I always thought my grandfather emigrated to the UK from Ireland in 1898, but the two nations were one at that time. Despite this I’ve always considered myself as the grandson of someone who experienced significant upheaval at a young age.
Patrick, my namesake, was only 12 years old when he left Ireland. The eldest son of a strip farmer from County Mayo, only separated by 16 years from his father, born out of wedlock, his prospects were limited. Family legend suggests he ran away with the rent money and took a passage from Dublin to Heysham in Lancashire. The facts show him to be absent from the 1901 UK census, a police constable on the 1911 census and a Grenadier Guard by the end of the First World War. He returned to police work after the war and in later life suffered from dementia before much was known on the subject. He died in 1964.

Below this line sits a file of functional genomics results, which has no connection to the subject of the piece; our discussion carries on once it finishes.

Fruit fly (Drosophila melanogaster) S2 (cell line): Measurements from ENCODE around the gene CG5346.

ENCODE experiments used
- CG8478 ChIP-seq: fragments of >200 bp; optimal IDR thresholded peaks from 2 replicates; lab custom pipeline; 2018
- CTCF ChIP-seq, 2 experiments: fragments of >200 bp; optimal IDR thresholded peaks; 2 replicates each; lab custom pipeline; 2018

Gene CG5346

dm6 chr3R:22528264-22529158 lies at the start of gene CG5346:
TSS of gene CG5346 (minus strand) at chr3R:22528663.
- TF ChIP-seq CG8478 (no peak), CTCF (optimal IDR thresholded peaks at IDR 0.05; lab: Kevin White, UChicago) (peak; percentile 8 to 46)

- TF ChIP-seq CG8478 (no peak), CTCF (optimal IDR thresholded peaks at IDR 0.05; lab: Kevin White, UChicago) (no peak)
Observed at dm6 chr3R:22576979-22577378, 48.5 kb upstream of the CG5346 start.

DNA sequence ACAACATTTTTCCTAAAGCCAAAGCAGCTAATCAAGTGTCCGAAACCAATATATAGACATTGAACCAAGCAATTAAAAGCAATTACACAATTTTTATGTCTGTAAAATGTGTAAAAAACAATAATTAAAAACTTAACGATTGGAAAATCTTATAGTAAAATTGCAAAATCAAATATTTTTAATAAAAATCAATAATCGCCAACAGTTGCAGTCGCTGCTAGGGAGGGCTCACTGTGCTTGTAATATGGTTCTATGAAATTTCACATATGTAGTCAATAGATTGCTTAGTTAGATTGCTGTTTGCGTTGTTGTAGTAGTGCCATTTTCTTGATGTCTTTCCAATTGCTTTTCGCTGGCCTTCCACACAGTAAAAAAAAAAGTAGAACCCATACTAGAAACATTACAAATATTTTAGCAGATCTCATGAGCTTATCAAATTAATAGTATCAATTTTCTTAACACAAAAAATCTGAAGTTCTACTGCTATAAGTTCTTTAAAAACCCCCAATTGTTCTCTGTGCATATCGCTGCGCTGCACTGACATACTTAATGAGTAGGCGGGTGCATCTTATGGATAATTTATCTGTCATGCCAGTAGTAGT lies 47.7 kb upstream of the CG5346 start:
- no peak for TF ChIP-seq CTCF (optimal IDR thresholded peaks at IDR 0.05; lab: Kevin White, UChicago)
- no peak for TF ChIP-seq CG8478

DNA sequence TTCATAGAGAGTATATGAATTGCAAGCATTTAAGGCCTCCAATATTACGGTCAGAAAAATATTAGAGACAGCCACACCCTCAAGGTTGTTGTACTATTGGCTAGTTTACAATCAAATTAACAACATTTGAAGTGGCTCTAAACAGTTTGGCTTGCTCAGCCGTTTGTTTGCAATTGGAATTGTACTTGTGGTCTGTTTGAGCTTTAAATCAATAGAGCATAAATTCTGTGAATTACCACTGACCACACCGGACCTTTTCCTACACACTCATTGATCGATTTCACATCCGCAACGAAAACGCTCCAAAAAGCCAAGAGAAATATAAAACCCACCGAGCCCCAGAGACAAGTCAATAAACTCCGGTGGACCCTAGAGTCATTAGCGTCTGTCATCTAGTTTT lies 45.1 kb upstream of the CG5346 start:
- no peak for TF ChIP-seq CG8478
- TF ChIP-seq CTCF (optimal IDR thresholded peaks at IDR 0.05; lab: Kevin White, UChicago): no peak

He never went back, never spoke of his Irish past but raised six children with Louise, the youngest of whom was my father.
I’m British and cannot imagine the circumstances that might make you leave your motherland. I hope I have some empathy with migrants, immigrants, exiles, the persecuted, unloved, unwanted and unknown. I hope to have a fraction of their resilience, strength of character and determination. And I hope my children never have to draw on those qualities to sustain their own futures.
- Patrick, Buxton